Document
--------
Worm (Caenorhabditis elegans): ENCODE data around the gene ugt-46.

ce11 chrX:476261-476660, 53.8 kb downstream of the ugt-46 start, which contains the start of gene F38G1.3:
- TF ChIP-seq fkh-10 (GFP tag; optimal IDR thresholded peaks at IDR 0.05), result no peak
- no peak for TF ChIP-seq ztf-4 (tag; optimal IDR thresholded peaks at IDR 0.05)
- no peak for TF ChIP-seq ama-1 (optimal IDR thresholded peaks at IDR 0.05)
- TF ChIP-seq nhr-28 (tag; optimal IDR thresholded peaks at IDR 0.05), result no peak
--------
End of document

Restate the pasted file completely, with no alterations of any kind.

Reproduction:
Worm (Caenorhabditis elegans): ENCODE data around the gene ugt-46.

ce11 chrX:476261-476660, 53.8 kb downstream of the ugt-46 start, which contains the start of gene F38G1.3:
- TF ChIP-seq fkh-10 (GFP tag; optimal IDR thresholded peaks at IDR 0.05), result no peak
- no peak for TF ChIP-seq ztf-4 (tag; optimal IDR thresholded peaks at IDR 0.05)
- no peak for TF ChIP-seq ama-1 (optimal IDR thresholded peaks at IDR 0.05)
- TF ChIP-seq nhr-28 (tag; optimal IDR thresholded peaks at IDR 0.05), result no peak